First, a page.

Mineral exploration in Yukon continues unabated despite the government’s one-year moratorium on new mineral staking in the Peel region. In fact, the total number of new quartz claims staked during the first eight months of 2010 was 30,216. During the 2009 season, 15,069 quartz claims were staked.

“The plan cannot be viewed as a template for other future Yukon regional land-use planning processes,” the planning commission says on page 4 of the foreword (Findings 7).

“Its provisions result from the region’s unique biophysical and socioeconomic features and values.”

The commission goes on to argue that it would be impossible to come up with a compromise plan that is acceptable to everyone.

As a result, it proposes “a conservative, cautious plan (that) preserves society’s options” for the future, as articulated in the following findings.

9) Cumulative environmental and socioeconomic effects are neither well understood nor evaluated in the current practice of project assessment in the Yukon;

10) Existing surface access routes, including off-trail ATV use, are impacting caribou populations. Existing voluntary conservation measures are not sufficient to sustain these herds;

11) Some resource conflicts are intractable and cannot be solved by on-site management techniques.

“We can always decide to develop in future, but once the decision is made, we cannot return to a pristine ecosystem and landscape Ð not in our lifetimes and not in the lifetimes of our greatgrandchildren,” says the commission.

“Better, in our view, to go slow.”

This has many advantages, it concludes, “including the possibility that we may be able to do things better and with less expense in the future.

“Changes in techniques, knowledge, technology, and, perhaps, attitudes can open windows of opportunity for development.”

Much of the anti-protection, pro-development talk has focused on the much-ballyhooed Crest iron deposit in the Snake River Watershed.

Proponents say development of that resource is just a matter of time.

I beg to differ.

Society will determine whether that deposit gets developed. We should not assume that the highest and best use of land is always mining.

The Peel commission realizes that.

Three of the four First Nations with vested interests in the Peel region realize that.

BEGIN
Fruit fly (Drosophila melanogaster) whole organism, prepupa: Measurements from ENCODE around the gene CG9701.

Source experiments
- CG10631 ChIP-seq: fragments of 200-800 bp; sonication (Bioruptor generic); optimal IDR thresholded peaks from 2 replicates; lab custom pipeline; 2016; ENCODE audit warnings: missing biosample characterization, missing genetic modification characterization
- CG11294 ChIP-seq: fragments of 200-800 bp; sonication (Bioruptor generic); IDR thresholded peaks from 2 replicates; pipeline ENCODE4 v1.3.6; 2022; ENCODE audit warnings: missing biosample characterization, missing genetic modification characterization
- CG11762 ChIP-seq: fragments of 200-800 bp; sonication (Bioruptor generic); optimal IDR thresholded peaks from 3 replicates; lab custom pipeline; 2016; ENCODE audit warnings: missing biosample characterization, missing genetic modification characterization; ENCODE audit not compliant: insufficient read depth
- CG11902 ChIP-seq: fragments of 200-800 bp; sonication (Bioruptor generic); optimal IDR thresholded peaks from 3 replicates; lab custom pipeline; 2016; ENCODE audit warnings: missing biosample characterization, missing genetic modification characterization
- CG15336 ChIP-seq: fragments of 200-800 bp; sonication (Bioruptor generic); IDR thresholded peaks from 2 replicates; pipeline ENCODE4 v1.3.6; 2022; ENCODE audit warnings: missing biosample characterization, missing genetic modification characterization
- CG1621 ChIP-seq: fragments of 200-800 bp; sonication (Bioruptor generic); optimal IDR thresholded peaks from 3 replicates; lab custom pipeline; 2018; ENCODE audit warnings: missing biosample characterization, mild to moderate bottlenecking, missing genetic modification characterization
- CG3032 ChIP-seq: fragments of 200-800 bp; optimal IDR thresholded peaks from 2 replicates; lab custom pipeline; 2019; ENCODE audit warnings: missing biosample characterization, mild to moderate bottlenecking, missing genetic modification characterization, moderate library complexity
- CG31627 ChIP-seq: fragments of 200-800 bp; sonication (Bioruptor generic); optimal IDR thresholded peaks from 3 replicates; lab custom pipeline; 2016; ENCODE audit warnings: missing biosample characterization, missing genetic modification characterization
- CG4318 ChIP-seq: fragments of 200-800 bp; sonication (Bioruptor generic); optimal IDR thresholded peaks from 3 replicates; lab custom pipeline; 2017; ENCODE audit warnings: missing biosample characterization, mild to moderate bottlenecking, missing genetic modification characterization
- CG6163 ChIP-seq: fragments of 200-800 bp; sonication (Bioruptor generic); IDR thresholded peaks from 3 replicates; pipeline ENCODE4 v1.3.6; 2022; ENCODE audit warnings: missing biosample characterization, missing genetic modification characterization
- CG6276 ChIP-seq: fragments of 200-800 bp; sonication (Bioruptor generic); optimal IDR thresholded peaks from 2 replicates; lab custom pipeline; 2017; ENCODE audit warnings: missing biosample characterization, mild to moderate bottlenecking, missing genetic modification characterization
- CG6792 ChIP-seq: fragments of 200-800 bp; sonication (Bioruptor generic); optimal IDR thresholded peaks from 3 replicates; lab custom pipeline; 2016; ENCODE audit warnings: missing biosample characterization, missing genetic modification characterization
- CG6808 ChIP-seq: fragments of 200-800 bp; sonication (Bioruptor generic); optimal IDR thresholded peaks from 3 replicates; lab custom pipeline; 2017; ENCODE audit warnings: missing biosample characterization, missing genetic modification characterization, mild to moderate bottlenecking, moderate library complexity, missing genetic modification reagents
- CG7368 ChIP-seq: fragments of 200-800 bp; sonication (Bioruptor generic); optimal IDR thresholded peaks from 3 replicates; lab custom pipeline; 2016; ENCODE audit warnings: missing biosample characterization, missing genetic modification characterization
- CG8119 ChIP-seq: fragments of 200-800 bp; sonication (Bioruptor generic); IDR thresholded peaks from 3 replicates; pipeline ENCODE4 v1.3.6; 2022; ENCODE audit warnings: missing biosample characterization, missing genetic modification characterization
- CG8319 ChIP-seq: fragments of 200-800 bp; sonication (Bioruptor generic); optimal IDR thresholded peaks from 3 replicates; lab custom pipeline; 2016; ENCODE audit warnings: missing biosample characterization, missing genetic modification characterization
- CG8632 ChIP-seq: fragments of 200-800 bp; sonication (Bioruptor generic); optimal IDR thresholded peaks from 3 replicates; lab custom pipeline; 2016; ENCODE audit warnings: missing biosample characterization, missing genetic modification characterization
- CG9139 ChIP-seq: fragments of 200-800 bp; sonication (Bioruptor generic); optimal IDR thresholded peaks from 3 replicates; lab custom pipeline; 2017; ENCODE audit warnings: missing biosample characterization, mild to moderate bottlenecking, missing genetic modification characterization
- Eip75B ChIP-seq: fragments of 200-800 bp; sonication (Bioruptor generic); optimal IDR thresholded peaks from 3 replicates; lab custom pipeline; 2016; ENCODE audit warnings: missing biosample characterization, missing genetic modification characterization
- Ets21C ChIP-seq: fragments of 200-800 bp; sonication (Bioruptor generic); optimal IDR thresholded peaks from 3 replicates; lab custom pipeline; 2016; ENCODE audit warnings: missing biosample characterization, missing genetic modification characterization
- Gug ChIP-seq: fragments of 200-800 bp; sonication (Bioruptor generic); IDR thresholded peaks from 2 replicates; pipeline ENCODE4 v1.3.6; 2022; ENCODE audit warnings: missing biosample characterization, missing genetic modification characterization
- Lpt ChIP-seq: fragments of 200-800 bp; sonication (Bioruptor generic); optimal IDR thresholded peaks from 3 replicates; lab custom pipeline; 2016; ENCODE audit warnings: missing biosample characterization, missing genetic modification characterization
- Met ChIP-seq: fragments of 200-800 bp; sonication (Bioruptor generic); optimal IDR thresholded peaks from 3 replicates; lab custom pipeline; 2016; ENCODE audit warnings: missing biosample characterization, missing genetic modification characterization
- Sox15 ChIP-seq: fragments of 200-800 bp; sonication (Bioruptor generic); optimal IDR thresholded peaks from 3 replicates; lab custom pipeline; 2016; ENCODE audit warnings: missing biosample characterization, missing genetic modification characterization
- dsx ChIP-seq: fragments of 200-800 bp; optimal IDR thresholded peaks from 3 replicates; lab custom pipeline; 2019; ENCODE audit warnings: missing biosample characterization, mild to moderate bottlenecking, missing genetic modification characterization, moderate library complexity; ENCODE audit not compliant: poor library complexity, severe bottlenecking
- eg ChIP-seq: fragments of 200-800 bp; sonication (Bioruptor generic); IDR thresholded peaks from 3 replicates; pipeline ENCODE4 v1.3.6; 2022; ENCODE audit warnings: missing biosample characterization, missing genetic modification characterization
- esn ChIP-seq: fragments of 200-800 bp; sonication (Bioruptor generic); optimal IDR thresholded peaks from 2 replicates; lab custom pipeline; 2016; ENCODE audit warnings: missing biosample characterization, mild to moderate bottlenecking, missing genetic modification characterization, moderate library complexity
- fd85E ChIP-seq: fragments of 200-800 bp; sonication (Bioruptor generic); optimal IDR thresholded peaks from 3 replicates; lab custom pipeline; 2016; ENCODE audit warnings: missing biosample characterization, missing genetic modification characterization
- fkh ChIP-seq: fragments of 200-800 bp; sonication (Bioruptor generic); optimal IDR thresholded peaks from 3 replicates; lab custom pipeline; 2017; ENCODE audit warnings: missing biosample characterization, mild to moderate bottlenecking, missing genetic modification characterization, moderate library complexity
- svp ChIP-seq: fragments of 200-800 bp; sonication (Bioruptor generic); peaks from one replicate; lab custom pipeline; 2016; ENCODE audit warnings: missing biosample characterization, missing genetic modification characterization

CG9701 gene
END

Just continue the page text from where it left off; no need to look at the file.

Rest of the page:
The majority of Yukoners realize that.

We hope that, some day, even the Yukon government will come to realize that.

As the Yukon chapter of the Canadian Parks and Wilderness Society said in a January 2007 report, “Society’s interest in properly managed public lands requires setting limits on where and how industry can operate. This applies as much to the mining industry as to other sectors.”

That report goes on to say this: “Repeated references (by proponents of mining development in the Peel region) to upswings in markets and technological changes cannot breathe life into properties that are fundamentally undevelopable, or that will likely be uneconomical without sustained, dramatically higher mineral prices and/or heavy subsidy by taxpayers. And development scenarios must be informed by constraints as well as possibilities, and must be able to withstand geological and economic scrutiny.”

In addition, there is evidence that much of the Crest iron deposit has a relatively high phosphorous content, which inevitably means higher production costs and reduced commercial viability.

We have known about the Crest deposit for 40 years, and if it were commercially viable, it would have been developed by now.

It is my view that all 11 key findings and recommendations of the Peel commission should be accepted by the Yukon government.

I humbly submit this is the most prudent course of action at this time.

It respects the wishes of the vast majority of the Yukon people and is in their best interests over the long term.

Peter Lesniak